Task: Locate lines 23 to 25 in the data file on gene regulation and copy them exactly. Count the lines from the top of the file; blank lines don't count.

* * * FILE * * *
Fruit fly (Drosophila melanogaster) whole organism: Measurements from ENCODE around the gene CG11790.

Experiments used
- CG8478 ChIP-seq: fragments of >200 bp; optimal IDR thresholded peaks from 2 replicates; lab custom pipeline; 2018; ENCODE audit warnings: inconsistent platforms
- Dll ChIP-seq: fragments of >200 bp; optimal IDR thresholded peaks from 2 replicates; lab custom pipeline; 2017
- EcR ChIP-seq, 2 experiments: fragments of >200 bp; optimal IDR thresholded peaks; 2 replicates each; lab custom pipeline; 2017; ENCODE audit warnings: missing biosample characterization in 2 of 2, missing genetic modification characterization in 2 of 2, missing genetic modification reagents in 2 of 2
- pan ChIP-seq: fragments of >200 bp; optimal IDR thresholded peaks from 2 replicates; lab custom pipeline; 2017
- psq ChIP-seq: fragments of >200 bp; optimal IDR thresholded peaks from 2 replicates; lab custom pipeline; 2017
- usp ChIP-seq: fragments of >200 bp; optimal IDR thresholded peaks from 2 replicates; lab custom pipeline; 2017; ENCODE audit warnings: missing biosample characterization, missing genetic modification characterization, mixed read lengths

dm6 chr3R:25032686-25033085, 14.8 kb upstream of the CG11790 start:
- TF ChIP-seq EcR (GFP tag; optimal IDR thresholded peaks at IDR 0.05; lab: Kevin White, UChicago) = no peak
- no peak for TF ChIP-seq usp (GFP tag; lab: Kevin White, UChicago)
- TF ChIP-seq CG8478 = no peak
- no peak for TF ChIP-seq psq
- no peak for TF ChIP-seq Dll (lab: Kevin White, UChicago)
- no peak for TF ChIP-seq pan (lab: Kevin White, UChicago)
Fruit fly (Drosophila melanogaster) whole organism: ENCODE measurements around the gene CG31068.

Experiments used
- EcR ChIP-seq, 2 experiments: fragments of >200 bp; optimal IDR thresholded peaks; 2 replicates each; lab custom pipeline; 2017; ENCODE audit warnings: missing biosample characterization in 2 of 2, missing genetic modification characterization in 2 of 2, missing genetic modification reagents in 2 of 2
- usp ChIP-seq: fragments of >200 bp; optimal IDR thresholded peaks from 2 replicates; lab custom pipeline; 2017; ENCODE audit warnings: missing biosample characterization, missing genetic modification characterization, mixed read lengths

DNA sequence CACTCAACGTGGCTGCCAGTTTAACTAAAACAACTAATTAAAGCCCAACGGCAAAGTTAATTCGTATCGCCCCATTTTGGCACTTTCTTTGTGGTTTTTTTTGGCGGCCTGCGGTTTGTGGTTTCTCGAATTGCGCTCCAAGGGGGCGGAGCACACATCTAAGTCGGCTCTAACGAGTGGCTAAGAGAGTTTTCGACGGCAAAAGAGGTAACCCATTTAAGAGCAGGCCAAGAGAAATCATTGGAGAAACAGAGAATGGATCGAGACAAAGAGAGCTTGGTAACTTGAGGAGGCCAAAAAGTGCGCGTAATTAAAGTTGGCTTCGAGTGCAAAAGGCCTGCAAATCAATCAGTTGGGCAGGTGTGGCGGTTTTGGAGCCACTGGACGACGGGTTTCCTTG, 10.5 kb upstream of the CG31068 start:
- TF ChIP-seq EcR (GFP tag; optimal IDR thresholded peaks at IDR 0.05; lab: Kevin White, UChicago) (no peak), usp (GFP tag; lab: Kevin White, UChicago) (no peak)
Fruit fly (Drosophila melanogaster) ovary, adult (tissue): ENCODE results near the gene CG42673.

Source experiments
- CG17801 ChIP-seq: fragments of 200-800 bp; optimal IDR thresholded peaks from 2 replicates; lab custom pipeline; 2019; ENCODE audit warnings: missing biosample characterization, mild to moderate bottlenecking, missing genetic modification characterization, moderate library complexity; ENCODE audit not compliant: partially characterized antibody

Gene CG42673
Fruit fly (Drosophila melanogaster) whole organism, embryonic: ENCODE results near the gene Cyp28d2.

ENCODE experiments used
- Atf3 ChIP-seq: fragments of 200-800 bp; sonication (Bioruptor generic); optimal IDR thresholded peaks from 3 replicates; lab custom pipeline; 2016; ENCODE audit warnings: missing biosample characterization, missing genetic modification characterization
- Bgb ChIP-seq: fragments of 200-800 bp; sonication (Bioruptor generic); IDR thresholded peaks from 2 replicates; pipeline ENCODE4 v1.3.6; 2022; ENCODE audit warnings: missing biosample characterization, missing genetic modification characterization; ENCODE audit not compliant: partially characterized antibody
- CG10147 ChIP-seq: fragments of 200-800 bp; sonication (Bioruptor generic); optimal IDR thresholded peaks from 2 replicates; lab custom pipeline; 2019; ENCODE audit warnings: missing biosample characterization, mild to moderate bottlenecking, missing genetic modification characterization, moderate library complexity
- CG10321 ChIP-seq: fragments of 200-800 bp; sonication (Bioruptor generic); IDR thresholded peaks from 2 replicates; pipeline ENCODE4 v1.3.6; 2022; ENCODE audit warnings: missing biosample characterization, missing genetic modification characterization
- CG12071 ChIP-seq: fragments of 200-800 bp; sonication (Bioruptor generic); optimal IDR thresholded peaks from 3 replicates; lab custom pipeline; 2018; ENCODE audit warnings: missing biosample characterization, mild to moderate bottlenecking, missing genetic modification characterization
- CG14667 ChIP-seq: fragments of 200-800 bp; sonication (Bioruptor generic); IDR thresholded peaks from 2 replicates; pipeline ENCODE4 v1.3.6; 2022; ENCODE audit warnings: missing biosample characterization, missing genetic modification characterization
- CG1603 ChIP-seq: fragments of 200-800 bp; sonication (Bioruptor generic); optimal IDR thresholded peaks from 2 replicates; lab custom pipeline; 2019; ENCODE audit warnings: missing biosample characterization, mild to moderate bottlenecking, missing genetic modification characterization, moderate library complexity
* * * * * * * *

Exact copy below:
Source experiments
- CG17801 ChIP-seq: fragments of 200-800 bp; optimal IDR thresholded peaks from 2 replicates; lab custom pipeline; 2019; ENCODE audit warnings: missing biosample characterization, mild to moderate bottlenecking, missing genetic modification characterization, moderate library complexity; ENCODE audit not compliant: partially characterized antibody

Gene CG42673